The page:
No one thought Germany would murder its Jews, either

In recent weeks, I have sounded like I am descending into paranoid madness. I hope I am paranoid, and I hope I am wrong, but I would rather take that risk than not sound the alarm.

I don’t know how to make this any clearer:

Almost no one — certainly not the well-assimilated German Jews — thought the Nazi Holocaust could happen. People urged moderate responses, dismissed more open calls for racist violence as fringe, and assumed their neighbors and institutions would right things.  I cannot emphasize this enough.  If you think that people knew what would happen and just didn’t react, or that good people had easy options for reacting but failed to, you are wrong.  Learn your history.  Now.

Islamophobic hysteria is not just fringe. It’s been cultivating for at least 14 years. Every time President Obama denied being a Muslim without saying “but if I were so what?” Every time someone makes a dismissive remark about hijab but fails to comment on other religious attire.  Every time Zionism is defended because of the irrational death wish ideology projected onto Palestinian Muslims.  Every time the white murderers are mentally ill and the Muslim murderers are terrorists.   Every time someone talks about how “moderate Muslims” are ok but fails to talk about moderate anyone-elses. Every time Southwest Airlines pulls an Arabic-speaker off the plane because they “have to take all security concerns seriously.”  Every time Sikhs, Arab Christians, Hindus stress their non-Muslim-ness.   Every time a poll can even be conducted on whether Islam should be legal in the U.S. (and nearly half of Iowan Republicans say “no”).

Islamophobic ideologies are no longer just held by grassroots good ole’ boys.  When 31 Governors — well over half of our states — call for excluding all Syrian refugees, their sheer ignorance and inhumanity only flies because they’re talking about Muslims (they think — and some have stated exemptions for Syrian Christians).  When leading Presidential candidates can openly state that Muslims should not be President (bye bye, 1st Amendment) or enter the country, and their poll numbers rise, we’re not witnessing David Duke’s short-lived and much-condemned Presidential run anymore.  We’re witnessing the mainstreaming of racial hatred.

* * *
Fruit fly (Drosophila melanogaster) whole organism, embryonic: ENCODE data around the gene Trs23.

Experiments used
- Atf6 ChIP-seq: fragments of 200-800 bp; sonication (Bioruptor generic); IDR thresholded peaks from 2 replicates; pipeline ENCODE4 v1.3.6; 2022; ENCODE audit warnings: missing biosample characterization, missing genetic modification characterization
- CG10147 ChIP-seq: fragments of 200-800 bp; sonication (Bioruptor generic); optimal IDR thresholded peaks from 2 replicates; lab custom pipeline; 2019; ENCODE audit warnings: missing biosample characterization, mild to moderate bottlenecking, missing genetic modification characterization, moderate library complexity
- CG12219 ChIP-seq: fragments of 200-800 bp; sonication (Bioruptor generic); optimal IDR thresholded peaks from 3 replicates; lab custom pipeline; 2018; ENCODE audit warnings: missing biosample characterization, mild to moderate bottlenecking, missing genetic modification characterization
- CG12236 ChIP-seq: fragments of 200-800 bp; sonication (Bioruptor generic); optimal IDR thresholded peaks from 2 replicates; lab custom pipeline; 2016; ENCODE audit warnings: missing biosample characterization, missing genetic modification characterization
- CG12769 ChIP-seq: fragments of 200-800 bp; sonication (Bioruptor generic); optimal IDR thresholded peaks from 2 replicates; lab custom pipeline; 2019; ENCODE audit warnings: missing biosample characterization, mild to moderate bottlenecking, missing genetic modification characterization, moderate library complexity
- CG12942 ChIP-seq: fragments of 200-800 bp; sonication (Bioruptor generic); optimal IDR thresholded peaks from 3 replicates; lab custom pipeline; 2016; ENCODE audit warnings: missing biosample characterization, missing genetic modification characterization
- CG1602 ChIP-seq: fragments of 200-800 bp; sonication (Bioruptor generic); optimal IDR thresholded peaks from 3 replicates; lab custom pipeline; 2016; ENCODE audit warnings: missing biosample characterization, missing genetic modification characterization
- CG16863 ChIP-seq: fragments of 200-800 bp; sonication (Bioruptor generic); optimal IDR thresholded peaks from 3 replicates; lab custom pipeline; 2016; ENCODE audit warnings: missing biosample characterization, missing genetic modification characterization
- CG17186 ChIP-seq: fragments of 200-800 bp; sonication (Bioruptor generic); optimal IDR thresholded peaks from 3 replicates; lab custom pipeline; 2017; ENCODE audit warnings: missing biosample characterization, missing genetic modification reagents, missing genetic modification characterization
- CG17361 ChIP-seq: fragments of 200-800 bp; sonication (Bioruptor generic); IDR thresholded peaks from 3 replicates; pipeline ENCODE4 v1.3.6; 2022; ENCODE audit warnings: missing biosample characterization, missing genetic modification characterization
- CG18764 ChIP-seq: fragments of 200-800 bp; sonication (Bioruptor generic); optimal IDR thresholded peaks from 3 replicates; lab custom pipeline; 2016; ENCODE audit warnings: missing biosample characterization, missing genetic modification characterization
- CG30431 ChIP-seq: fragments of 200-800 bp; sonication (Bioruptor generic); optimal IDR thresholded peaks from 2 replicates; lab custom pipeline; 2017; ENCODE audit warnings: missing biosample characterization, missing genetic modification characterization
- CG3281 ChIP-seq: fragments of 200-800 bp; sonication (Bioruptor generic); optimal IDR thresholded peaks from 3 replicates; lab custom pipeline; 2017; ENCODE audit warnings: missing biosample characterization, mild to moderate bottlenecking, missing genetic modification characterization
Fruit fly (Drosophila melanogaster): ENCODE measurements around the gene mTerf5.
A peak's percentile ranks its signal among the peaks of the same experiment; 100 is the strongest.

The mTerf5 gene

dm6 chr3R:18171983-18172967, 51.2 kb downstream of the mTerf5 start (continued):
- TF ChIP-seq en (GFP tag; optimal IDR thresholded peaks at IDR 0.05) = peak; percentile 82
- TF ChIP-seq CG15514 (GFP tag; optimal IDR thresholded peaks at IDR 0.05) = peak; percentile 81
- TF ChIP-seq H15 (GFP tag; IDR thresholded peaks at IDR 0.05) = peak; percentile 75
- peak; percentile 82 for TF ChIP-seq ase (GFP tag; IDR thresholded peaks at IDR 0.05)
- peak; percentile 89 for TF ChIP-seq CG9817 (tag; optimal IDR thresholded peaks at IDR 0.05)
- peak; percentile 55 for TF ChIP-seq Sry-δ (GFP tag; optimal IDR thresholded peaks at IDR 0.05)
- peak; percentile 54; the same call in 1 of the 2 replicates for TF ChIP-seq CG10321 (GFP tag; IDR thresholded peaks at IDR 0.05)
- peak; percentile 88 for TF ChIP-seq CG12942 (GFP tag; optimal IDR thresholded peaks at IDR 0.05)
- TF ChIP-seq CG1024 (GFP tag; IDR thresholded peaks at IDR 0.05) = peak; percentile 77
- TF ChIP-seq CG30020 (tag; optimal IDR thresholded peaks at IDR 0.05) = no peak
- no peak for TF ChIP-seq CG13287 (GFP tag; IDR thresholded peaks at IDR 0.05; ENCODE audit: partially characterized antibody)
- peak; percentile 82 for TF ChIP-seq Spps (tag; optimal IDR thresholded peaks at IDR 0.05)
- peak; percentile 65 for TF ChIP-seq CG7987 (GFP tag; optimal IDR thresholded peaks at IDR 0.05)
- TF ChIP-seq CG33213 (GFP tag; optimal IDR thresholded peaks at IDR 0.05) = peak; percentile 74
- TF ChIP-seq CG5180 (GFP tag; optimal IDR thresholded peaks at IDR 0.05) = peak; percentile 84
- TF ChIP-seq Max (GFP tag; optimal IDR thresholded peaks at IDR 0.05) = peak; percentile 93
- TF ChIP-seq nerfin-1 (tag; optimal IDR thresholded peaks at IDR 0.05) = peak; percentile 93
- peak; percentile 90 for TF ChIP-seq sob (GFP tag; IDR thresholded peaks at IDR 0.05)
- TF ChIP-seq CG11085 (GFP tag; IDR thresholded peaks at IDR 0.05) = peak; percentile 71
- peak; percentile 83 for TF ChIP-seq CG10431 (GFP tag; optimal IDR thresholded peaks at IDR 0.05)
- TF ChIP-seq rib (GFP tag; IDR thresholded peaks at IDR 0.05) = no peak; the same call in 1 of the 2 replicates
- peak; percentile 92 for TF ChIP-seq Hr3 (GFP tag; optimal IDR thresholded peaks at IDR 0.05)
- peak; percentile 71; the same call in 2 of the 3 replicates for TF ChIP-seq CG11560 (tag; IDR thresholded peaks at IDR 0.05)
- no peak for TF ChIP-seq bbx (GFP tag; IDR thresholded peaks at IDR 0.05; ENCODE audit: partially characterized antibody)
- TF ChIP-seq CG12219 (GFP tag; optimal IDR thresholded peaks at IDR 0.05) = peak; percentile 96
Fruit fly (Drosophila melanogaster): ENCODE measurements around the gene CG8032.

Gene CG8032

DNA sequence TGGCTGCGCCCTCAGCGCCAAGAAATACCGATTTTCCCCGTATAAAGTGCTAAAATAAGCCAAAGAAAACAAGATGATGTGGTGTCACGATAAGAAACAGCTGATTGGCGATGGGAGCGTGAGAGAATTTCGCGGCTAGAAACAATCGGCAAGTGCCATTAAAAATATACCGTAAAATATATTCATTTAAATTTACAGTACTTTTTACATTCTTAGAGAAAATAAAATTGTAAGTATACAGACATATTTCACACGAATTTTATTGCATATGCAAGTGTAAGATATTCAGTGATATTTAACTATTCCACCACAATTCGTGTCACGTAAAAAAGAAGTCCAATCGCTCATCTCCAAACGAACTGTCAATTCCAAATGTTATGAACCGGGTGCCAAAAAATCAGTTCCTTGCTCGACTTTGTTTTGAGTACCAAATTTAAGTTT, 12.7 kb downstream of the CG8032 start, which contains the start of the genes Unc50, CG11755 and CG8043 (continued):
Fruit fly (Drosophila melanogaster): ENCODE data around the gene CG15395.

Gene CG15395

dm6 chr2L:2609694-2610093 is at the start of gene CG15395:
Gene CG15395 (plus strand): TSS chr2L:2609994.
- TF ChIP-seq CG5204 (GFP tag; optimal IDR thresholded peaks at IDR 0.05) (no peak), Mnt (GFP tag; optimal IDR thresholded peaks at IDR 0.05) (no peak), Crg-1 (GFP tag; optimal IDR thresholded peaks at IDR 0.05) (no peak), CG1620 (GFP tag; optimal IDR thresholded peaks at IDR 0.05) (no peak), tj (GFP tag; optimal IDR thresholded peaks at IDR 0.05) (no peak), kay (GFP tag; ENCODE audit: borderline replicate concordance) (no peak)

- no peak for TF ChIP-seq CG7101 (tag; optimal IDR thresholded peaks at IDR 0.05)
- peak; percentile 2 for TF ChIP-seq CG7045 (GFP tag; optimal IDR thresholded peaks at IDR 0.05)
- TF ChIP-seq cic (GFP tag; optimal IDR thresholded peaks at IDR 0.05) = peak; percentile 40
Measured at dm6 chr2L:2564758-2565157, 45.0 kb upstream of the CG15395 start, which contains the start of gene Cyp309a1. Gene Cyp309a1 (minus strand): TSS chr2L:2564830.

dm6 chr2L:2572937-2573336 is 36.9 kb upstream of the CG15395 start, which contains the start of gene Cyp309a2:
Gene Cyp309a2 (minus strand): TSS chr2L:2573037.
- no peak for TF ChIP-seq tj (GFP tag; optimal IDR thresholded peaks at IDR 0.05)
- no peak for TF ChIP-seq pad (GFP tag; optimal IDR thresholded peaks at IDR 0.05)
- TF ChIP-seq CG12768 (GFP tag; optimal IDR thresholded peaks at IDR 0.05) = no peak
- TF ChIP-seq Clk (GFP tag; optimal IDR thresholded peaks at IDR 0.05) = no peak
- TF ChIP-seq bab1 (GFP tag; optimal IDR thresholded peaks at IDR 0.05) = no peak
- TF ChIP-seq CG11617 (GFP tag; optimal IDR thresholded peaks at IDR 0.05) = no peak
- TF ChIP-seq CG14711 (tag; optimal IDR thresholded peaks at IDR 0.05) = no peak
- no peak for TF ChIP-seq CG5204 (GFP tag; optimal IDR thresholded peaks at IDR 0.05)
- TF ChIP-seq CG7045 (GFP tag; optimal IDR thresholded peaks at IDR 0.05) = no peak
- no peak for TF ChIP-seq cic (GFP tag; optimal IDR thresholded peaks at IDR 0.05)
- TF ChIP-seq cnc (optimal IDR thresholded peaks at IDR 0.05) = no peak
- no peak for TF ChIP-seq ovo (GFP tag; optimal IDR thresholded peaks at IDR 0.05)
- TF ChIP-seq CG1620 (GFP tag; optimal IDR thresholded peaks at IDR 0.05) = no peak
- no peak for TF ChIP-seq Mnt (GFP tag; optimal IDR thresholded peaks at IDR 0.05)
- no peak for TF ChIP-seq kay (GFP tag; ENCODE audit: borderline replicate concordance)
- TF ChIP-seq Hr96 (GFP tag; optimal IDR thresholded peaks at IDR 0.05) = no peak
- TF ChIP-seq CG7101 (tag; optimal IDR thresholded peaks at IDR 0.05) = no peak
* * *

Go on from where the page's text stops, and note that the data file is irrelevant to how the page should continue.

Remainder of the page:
Islamophobic violence is now acceptable by law.  It is legal for heavily armed white men to surround mosques.  America’s gun-insanity aside, it is not legal for Black children to play with toy guns — the fact that this particular law is unwritten doesn’t give it any less force, since we all know this crime carries the death penalty.  We all know that no one but white people can openly carry arms, and we all know that no religious institution but a mosque can be legally surrounded by armed “civilians.”  Creepy internet trolls can tell Muslim activist Linda Sarsour that they are going to behead her — yes, behead — and oh well, that’s just crazy internet trolls exercising their freedom of speech (that same 1st Amendment that no longer applies to Muslims).

This country has been so hell-bent on racist violence and insanity over the past few years that it’s been hard to tease out the particularly virulent strain of Islamophobia.  Police and vigilantes are openly murdering black youth and getting away with it, not only in courts of law, but even more disturbingly in courts of public opinion.  Anti-immigrant sentiment is rounding up and cracking down on desperate Latin Americans, enabling us to place checkpoints in interior U.S. communities and have people accept racial profiling as the cost of security.  This is all part and parcel of the rise of white supremacy, and it’s all terrifying.  I am not minimizing the violence against any of these communities, but I think it’s critical that we draw particular attention to the crusade against Muslims lest we miss what we’re marching up to: a call for internment, maybe a call for genocide.

There.  I said it.

I’ve been reluctant to share the level of my fear on this because I have so many close Muslim friends, and I want you all to be able to sleep at night, and I want to be wrong, and I want to be able to stop this, and I don’t want you to be angry with me for suggesting that I think you are in grave danger.  With only one of you have I even uttered this out loud, and sadly, you didn’t correct me.  We both pledged our determination to stay here and fight, and I told you I wouldn’t let anything happen to you, and I am terrified for you every day.

Maybe I am crazy. But I have been raised to be crazy on this matter. I have been raised by paranoid children of Holocaust survivors and we’ve always kinda known that they could come for us, or someone else, again — even when we’ve convinced ourselves that’s in the past. My grandmother is still alive. I hope that her dementia is so advanced that she cannot see this march of fascism and racism gripping her new country.

Most of all, I hope I’m wrong.

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